#include<stdio.h>
#define CH char*;
int main(){
CH a,b;
printf("%d %d\n",sizeof(a),sizeof(b));
return 0;
}

here the o/p is 4 1. why isnt b also of type char*..??

Recommended Answers

Because that's how C works.

This:

char* a,b;

creates two variables. a is a char*, b is a char. They are NOT both pointers. If you want them both to be pointers:

char *a, *b;

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Although, if you use a typedef instead of a macro your original code would work:

#include<stdio.h>

typedef char* CH;
int main()
{
    CH a,b;
    printf("%d %d\n",sizeof(a),sizeof(b));
    return 0;
}

Now we've defined a new type called CH, which is a char*, so now a and b …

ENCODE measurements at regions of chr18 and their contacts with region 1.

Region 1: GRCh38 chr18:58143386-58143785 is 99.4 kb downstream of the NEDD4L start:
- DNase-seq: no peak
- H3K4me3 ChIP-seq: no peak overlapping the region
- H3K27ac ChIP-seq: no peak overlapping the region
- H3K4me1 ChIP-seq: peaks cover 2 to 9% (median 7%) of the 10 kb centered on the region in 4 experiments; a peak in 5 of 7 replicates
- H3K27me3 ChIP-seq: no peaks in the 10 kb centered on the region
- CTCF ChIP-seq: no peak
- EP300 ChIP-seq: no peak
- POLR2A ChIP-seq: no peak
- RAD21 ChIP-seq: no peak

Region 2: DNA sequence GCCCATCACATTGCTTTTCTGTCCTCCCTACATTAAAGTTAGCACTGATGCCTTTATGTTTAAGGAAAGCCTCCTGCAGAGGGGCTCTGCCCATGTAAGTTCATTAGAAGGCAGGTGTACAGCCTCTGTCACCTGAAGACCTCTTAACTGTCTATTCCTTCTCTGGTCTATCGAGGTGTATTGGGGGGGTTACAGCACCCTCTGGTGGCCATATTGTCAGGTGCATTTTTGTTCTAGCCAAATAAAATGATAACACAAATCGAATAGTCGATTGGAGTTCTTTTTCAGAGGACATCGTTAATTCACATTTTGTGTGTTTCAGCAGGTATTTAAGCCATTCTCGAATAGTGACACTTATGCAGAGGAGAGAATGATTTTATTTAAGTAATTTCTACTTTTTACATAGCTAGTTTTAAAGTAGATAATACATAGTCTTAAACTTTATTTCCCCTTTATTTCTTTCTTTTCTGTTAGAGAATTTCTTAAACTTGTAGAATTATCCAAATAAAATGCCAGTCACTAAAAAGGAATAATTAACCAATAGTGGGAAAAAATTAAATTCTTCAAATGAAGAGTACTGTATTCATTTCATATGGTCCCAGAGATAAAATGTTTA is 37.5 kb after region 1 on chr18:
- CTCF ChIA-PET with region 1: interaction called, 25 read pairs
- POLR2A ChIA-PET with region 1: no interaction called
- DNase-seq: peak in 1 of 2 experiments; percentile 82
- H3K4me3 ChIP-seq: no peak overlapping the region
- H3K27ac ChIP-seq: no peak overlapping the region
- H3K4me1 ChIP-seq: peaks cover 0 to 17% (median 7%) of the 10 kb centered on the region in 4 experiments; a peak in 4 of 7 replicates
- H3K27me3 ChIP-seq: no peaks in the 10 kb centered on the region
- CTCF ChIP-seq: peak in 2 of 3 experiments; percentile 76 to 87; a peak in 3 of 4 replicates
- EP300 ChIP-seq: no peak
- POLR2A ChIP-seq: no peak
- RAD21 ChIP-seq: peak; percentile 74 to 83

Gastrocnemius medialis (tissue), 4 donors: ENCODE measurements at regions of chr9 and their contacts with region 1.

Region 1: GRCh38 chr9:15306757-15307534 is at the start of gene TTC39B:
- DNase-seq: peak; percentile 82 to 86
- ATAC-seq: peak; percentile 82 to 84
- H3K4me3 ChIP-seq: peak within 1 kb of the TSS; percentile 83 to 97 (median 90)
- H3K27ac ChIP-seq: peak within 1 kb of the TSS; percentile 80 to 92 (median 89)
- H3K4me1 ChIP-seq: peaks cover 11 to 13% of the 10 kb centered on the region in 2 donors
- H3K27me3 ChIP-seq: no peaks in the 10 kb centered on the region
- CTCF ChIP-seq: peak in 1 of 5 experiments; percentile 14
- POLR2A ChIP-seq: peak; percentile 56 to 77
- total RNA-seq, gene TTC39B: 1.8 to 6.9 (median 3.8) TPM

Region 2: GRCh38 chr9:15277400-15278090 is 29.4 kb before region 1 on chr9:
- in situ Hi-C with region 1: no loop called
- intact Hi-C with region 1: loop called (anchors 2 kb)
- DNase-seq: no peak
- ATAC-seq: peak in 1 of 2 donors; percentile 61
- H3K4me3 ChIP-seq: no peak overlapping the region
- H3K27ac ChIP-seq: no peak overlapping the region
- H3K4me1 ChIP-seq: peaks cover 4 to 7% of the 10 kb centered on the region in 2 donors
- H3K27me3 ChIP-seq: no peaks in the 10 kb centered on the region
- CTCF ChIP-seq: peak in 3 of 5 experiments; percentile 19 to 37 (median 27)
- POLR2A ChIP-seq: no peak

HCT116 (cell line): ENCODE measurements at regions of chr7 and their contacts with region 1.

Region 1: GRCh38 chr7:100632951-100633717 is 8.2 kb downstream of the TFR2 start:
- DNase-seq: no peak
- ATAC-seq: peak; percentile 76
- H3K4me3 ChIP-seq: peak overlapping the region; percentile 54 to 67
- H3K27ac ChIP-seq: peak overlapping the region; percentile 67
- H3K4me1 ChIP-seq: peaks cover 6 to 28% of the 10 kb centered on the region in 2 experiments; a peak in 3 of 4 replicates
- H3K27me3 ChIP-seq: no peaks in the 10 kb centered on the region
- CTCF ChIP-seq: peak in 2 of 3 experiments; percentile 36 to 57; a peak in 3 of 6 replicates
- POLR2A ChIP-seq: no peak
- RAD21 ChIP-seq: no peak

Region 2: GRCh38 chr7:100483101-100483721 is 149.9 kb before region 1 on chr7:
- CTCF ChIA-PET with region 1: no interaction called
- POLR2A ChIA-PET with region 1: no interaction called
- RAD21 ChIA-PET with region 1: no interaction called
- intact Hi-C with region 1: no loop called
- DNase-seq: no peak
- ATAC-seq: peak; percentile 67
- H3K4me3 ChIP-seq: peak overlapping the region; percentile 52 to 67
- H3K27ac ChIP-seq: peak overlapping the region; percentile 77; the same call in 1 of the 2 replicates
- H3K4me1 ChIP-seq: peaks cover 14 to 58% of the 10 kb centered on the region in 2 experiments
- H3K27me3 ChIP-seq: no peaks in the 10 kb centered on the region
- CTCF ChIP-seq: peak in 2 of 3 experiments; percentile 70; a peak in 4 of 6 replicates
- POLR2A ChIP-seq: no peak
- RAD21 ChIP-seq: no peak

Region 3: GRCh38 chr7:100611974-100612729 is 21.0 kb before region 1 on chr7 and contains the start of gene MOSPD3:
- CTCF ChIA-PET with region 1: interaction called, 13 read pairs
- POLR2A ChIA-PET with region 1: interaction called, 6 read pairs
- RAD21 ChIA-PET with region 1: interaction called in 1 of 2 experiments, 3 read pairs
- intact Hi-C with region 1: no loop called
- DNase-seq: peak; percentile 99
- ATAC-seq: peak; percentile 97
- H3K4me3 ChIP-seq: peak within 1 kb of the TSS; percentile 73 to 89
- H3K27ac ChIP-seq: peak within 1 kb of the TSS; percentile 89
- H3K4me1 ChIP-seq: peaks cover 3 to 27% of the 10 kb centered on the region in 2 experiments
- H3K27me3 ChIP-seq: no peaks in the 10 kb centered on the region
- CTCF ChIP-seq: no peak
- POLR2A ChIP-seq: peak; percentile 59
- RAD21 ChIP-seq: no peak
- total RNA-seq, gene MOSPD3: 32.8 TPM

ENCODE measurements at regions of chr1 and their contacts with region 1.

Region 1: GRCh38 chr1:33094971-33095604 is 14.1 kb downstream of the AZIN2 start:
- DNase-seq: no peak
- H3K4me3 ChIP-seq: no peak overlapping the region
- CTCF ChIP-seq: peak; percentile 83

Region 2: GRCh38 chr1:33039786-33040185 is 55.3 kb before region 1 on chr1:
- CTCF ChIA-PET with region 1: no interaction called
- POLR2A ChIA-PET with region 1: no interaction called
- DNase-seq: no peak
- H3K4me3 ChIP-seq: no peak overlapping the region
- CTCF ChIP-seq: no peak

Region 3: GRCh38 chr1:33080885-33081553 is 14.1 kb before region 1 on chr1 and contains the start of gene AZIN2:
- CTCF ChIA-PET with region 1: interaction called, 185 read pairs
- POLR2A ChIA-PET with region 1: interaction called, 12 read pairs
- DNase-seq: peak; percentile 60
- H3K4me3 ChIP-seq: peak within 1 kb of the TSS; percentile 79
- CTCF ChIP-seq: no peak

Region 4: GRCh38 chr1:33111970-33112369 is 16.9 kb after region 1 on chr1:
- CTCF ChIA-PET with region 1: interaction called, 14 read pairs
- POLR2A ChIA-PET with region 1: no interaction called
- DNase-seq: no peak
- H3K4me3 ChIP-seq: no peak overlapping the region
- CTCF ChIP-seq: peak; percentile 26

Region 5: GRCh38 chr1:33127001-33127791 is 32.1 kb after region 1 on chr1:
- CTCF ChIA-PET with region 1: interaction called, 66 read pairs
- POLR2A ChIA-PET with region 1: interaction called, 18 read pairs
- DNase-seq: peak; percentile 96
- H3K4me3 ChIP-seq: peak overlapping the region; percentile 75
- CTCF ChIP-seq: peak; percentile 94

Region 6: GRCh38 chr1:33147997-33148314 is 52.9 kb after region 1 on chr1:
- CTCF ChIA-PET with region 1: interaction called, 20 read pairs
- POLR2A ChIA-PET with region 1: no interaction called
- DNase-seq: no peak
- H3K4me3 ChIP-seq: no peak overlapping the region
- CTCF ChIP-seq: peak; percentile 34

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All 5 Replies

Because that's how C works.

This:

char* a,b;

creates two variables. a is a char*, b is a char. They are NOT both pointers. If you want them both to be pointers:

char *a, *b;

A good example of why you should not declare multiple variables together, but better one per line / declaration statement.

Although, if you use a typedef instead of a macro your original code would work:

#include<stdio.h>

typedef char* CH;
int main()
{
    CH a,b;
    printf("%d %d\n",sizeof(a),sizeof(b));
    return 0;
}

Now we've defined a new type called CH, which is a char*, so now a and b are both of type char*.
Which might be what you were originally aiming for!
Personally, I try to avoid using typedefs as they tend to obfuscate code, making it harder to understand what is going on. But there are certain situations when you might want to use them!

commented: Nice +14

thanks everyone... query solved!!

In which case: Mark as solved? ;)

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